In turbulent times, there is something to be said for the solid virtues of continuity and reliability. So the week’s most pleasing “Dog Bites Man” headlines accompanied the revelation that a hereditary monarch remains in favour of the hereditary principle. What you see from Her Majesty the Queen is what you get.
“It is my sincere wish”, the Queen said yesterday, “that the Commonwealth will continue to offer stability and continuity for future generations, and will decide that one day the Prince of Wales should carry on the important work started by my father in 1949”. Well that will be that then. Any thoughts that leadership of the Commonwealth might pass from the mother country to one of its offspring can surely be decently ignored now. Her Majesty has spoken and it seems implausible that the Commonwealth will seek to defy her publicly-expressed wishes.
This will be the last Commonwealth Heads of Government Meeting at which the Queen plays any kind of major role. Here, as in so many other areas, arrangements for the passing of the baton are being quietly made. This undoubtedly gives this particular CHOGM a certain and unusual poignancy but it also highlights the Commonwealth’s peculiar strengths and weaknesses. Like many features of the modern British world it is not something that would or could be organised like this if it were invented now.
Prince Charles said he hoped this summit might “give the Commonwealth a renewed relevance to all citizens, finding solutions to their problems and giving life to their aspirations”.
But, to be blunt, for all the fine and warm words about the Commonwealth, organisations that are relevant do not need to talk about their relevance. The Commonwealth, like post-Brexit Britain, is still searching for its role. That does not make it a toothless organisation – the Commonwealth’s role in stigmatising and shunning apartheid South Africa is a reminder of that — merely that it’s purchase on the popular imagination is weak.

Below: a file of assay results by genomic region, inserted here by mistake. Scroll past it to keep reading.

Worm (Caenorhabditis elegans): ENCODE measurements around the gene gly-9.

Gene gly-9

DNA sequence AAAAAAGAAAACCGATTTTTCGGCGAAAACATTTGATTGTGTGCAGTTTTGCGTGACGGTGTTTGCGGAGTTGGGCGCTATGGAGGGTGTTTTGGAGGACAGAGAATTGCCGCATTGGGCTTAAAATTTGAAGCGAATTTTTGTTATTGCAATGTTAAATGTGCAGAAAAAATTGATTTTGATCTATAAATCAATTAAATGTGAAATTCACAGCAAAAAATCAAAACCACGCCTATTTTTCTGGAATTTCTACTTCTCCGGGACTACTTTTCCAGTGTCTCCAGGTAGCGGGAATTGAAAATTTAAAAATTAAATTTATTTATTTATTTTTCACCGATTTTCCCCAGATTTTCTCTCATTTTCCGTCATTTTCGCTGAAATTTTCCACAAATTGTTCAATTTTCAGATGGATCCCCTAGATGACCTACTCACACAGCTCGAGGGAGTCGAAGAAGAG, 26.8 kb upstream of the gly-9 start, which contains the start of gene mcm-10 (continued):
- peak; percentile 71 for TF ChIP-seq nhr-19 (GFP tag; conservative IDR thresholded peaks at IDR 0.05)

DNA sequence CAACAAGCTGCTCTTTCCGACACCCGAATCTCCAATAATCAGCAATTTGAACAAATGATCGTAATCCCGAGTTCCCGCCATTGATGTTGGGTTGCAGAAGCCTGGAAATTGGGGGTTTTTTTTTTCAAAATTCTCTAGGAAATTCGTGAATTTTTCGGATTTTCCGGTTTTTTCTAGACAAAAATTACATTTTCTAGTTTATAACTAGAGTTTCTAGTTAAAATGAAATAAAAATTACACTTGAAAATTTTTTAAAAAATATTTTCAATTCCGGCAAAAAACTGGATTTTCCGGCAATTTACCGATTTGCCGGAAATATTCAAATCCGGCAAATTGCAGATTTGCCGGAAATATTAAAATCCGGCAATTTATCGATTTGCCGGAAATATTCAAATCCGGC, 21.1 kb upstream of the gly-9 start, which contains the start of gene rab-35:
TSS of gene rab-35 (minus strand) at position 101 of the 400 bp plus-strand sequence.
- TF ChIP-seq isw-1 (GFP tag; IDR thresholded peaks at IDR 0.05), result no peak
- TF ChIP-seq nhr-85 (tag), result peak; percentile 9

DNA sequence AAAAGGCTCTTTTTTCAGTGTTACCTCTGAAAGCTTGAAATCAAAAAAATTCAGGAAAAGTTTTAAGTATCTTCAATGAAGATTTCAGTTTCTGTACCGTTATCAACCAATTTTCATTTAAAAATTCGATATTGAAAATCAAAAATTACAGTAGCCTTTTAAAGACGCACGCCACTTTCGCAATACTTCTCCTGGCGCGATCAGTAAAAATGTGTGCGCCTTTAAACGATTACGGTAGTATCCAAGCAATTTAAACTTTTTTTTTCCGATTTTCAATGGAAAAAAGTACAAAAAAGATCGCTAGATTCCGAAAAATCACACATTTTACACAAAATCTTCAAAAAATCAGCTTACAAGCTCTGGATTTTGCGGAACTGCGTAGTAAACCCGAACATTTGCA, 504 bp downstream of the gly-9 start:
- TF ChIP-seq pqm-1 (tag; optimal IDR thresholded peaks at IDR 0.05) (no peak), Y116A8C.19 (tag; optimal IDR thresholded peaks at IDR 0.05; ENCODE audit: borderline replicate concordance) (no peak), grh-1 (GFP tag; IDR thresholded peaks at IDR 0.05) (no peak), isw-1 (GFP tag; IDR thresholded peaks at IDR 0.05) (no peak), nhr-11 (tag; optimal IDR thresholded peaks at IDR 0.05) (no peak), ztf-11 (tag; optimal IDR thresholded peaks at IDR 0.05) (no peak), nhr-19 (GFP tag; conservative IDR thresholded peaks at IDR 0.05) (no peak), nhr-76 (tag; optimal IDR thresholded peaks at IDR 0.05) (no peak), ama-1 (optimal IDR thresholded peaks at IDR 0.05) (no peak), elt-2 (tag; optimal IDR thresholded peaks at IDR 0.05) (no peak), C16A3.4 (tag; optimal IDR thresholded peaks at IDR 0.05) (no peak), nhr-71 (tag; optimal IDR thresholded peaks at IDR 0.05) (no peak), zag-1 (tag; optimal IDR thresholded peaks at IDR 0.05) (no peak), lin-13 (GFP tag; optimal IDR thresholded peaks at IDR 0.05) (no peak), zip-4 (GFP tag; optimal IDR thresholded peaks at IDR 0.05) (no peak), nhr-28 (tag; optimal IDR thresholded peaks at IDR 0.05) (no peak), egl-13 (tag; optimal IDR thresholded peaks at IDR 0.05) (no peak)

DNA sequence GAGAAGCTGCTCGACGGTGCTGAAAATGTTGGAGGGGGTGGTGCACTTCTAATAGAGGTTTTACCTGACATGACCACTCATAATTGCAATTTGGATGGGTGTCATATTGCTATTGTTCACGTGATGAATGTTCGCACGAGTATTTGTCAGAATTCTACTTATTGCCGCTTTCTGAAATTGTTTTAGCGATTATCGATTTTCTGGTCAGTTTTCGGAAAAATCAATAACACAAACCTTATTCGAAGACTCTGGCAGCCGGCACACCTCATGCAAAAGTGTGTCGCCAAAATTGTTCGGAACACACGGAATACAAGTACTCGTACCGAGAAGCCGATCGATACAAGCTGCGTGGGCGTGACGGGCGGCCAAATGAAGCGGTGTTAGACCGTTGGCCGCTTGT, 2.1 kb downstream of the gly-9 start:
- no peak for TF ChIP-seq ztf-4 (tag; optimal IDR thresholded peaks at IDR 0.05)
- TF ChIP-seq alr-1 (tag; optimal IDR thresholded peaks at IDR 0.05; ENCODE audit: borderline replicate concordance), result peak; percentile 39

How, though, could it be otherwise? How can an organisation that stretches from Antigua to India and Malawi to Canada really have any kind of cohesion? How, moreover, does it both make a virtue of its past associations while moving on from the history of those associations? As in any family, certain conventions must be followed, chief of which is there are some things that must not be said for fear of the consequences that would follow their saying.
Perhaps this explains why, taking time off from campaigning for a new royal yacht that would be some kind of symbol of glorious Brexit liberation, we now hear Commonwealth sentimentalists suggest that the Commonwealth and Queen Elizabeth would be fitting winners of the Nobel Peace Prize. Even allowing for previous eccentric winners — Barack Obama, for instance — this seems unnecessarily idiosyncratic. Not least because it assumes the rest of the planet must grant the Commonwealth the same indulgence it is afforded by this country. I fear, however, this is not so and that other countries are liable to view the Commonwealth as a comfort blanket clutched to by a country still hankering after the lost glories of empire.